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Network Working Group                                          P. Turaga
Internet-Draft                                                 R. Raszuk
Intended status: Standards Track                            Bloomberg LP
Expires: March 18, 2017                               September 14, 2016


                          Special Loop Address
               draft-turaga-lmap-special-loop-address-01

Abstract

   This document describes a method for automatic detection of link
   quality issues between two devices connected together by any standard
   link in an IP based network.  This document focuses on inline
   detection in any network attached device (ie server, router, switch
   etc..)

Requirements Language

   The key words "MUST", "MUST NOT", "REQUIRED", "SHALL", "SHALL NOT",
   "SHOULD", "SHOULD NOT", "RECOMMENDED", "MAY", and "OPTIONAL" in this
   document are to be interpreted as described in RFC 2119 [RFC2119].

Status of This Memo

   This Internet-Draft is submitted in full conformance with the
   provisions of BCP 78 and BCP 79.

   Internet-Drafts are working documents of the Internet Engineering
   Task Force (IETF).  Note that other groups may also distribute
   working documents as Internet-Drafts.  The list of current Internet-
   Drafts is at http://datatracker.ietf.org/drafts/current/.

   Internet-Drafts are draft documents valid for a maximum of six months
   and may be updated, replaced, or obsoleted by other documents at any
   time.  It is inappropriate to use Internet-Drafts as reference
   material or to cite them other than as "work in progress."

   This Internet-Draft will expire on March 18, 2017.

Copyright Notice

   Copyright (c) 2016 IETF Trust and the persons identified as the
   document authors.  All rights reserved.

   This document is subject to BCP 78 and the IETF Trust's Legal
   Provisions Relating to IETF Documents
   (http://trustee.ietf.org/license-info) in effect on the date of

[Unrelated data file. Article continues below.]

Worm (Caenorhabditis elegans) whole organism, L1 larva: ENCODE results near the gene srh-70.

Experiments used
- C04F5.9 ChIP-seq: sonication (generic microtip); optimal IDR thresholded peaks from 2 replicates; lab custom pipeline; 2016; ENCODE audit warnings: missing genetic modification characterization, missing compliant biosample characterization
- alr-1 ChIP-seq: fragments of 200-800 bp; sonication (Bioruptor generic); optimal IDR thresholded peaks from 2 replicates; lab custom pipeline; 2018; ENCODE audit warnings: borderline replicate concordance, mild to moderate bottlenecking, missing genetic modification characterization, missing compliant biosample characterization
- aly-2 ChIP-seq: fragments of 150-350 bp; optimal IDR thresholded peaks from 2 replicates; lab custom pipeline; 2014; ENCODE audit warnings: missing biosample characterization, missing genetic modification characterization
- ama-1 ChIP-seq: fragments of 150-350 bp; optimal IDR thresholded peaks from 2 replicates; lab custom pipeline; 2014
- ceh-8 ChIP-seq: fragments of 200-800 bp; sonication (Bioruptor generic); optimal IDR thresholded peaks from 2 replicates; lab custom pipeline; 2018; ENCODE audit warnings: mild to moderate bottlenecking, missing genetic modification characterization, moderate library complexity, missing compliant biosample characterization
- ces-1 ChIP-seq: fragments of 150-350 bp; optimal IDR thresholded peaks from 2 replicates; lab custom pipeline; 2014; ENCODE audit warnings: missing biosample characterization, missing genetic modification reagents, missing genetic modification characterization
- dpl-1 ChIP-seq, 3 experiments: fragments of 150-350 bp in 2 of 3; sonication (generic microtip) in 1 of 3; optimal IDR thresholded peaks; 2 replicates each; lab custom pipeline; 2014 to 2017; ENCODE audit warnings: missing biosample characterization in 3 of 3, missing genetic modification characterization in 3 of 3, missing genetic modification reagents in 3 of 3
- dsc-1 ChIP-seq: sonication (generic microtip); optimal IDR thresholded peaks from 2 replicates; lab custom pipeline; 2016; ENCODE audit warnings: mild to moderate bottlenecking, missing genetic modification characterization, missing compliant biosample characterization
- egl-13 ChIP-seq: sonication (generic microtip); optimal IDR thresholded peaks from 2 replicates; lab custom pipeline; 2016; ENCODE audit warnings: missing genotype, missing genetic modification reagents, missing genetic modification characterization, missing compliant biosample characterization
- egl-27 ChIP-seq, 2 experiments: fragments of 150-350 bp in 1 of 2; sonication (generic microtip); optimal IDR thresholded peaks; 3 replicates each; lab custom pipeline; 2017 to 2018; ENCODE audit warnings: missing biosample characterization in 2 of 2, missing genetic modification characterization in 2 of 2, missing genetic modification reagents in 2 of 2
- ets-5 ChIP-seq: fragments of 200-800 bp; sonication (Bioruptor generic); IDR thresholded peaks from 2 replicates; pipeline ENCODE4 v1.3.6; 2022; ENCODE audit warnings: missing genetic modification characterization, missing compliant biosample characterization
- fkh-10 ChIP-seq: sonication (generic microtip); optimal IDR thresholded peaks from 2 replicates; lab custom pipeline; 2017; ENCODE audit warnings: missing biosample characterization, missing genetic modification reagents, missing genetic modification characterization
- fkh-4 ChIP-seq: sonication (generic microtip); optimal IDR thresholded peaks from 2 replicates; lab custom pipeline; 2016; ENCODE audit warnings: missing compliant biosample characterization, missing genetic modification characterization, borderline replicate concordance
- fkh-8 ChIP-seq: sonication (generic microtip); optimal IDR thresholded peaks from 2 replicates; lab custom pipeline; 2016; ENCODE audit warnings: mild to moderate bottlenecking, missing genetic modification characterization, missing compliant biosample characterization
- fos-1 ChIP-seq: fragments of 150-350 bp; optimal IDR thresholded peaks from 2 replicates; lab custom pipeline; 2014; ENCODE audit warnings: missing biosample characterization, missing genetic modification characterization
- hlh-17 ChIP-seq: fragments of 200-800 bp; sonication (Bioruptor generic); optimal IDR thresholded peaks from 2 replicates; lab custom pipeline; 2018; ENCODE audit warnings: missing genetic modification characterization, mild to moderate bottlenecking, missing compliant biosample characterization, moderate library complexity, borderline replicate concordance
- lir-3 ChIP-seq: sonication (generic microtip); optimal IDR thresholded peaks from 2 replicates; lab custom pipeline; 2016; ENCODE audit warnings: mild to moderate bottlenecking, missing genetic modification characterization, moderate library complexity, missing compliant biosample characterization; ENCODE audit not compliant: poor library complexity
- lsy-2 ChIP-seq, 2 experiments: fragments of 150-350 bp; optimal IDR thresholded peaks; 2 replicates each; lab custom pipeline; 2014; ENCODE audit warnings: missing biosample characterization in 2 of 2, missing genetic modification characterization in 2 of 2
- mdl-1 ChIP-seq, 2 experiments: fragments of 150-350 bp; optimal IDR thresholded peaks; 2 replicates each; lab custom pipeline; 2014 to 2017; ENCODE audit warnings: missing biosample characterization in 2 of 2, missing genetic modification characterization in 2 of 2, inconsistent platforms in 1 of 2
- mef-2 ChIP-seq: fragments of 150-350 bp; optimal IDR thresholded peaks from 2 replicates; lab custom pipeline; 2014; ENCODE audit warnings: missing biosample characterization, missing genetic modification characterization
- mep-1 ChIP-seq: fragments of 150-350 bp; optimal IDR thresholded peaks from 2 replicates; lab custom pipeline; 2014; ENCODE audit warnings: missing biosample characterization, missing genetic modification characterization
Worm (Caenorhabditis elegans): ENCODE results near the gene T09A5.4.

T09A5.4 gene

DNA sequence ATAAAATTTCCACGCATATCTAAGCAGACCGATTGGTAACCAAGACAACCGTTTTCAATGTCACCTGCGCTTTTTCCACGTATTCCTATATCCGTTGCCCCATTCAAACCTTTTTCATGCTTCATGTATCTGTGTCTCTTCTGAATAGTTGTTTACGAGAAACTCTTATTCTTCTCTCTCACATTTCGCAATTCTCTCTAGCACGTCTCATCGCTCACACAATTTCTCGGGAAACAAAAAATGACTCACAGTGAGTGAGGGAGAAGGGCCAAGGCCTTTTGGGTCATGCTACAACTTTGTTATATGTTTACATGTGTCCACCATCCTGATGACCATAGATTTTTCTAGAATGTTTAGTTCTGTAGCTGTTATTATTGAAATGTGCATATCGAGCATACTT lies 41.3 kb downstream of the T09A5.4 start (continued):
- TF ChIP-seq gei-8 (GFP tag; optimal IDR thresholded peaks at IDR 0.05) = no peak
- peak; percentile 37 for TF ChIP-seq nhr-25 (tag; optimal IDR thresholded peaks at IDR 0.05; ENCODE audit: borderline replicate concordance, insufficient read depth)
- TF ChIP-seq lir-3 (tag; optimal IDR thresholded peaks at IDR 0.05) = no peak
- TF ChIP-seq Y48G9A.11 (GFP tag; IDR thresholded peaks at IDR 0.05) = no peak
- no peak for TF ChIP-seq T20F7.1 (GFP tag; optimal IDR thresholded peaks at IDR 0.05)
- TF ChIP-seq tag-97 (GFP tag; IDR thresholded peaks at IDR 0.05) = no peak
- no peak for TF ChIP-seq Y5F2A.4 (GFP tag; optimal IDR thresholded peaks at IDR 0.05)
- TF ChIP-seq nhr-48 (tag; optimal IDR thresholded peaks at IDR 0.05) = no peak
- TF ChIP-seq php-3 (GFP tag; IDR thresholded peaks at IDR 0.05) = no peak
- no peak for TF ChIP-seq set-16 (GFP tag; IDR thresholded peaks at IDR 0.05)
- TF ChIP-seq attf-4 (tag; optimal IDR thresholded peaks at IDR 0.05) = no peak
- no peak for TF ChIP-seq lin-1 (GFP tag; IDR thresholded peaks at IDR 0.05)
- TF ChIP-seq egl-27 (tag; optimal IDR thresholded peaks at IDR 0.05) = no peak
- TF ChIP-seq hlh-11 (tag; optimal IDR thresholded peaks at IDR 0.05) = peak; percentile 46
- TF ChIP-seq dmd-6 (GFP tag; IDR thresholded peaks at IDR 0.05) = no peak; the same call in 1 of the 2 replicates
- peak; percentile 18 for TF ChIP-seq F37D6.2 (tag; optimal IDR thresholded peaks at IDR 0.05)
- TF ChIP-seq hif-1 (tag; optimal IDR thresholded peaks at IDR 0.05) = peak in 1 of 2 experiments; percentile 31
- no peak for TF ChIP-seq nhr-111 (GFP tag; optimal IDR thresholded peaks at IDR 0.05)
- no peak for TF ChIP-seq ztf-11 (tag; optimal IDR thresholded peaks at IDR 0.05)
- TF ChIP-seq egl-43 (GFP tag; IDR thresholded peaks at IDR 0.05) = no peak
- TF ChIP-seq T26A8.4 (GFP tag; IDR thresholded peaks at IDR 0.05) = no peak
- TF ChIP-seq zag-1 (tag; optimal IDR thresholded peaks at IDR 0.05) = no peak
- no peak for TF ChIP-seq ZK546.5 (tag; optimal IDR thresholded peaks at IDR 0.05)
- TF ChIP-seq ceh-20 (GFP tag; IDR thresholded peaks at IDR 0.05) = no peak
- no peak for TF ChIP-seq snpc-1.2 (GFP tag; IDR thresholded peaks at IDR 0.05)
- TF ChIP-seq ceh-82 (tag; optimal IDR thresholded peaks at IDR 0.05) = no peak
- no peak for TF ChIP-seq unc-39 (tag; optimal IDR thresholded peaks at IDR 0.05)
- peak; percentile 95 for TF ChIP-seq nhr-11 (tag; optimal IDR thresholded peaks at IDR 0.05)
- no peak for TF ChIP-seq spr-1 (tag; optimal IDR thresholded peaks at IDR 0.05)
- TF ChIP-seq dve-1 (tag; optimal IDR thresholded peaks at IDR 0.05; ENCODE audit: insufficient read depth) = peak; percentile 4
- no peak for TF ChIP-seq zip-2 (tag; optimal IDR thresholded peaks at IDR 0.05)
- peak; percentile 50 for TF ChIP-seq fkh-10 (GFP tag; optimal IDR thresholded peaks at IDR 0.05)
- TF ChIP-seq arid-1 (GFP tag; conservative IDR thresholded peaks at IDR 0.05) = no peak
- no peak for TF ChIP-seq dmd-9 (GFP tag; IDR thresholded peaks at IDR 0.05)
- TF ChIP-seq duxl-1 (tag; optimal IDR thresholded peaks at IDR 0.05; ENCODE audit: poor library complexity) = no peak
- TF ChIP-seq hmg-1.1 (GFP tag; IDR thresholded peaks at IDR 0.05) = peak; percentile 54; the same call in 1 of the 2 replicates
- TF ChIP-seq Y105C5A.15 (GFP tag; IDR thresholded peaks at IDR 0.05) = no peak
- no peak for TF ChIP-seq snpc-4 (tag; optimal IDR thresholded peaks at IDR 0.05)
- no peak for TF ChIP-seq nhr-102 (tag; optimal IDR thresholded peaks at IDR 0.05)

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   publication of this document.  Please review these documents
   carefully, as they describe your rights and restrictions with respect
   to this document.  Code Components extracted from this document must
   include Simplified BSD License text as described in Section 4.e of
   the Trust Legal Provisions and are provided without warranty as
   described in the Simplified BSD License.

Table of Contents

   1.  Terminology . . . . . . . . . . . . . . . . . . . . . . . . .   2
   2.  Introduction  . . . . . . . . . . . . . . . . . . . . . . . .   2
   3.  Requirements  . . . . . . . . . . . . . . . . . . . . . . . .   3
   4.  IPv4/IPv6 Special Purpose Loop Addresses  . . . . . . . . . .   4
   5.  Operation of test suite using Special Purpose IP Loop Address   5
   6.  Comparison with stated test requirements  . . . . . . . . . .   6
   7.  Probe size and rate calculation . . . . . . . . . . . . . . .   7
   8.  Probe's QOS marking . . . . . . . . . . . . . . . . . . . . .   7
   9.  Bandwidth Considerations for link under test  . . . . . . . .   7
   10. I2RS and YANG modelling . . . . . . . . . . . . . . . . . . .   7
   11. IANA Considerations . . . . . . . . . . . . . . . . . . . . .   8
   12. Security Considerations . . . . . . . . . . . . . . . . . . .   8
   13. Contributors  . . . . . . . . . . . . . . . . . . . . . . . .   8
   14. Acknowledgments . . . . . . . . . . . . . . . . . . . . . . .   8
   15. References  . . . . . . . . . . . . . . . . . . . . . . . . .   8
     15.1.  Normative References . . . . . . . . . . . . . . . . . .   8
     15.2.  Informative References . . . . . . . . . . . . . . . . .   9
   Authors' Addresses  . . . . . . . . . . . . . . . . . . . . . . .   9

1.  Terminology

   o  RTT - Round Trip Time
   o  TTL - Time to Live
   o  BFD - BiDirectional Failure Detection
   o  LFM - Link Fault Management
   o  ICMP - Internet Control Message Protocol

2.  Introduction

   Real time monitoring of WAN or MAN link quality presents a real
   operational challenge.  The common use of circuit emulation
   techniques by carriers makes detection of the circuits degradation
   difficult.  Very often such reduced link quality results in increased
   queuing times or packet drops beyond SLA guarantees.  Furthermore,
   the characteristics of link degradation is different from link to
   link.

   The problem space described above is further complicated due to the
   following reasons:



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   o  Link anomalies may not occur at the same uniform rate or be of the
      same constant and continuous pattern.  This transient
      characteristic maybe a function of load or other temporary
      problems for example transport network over-subscription.
   o  Encountered degradated service behavior may not translate to link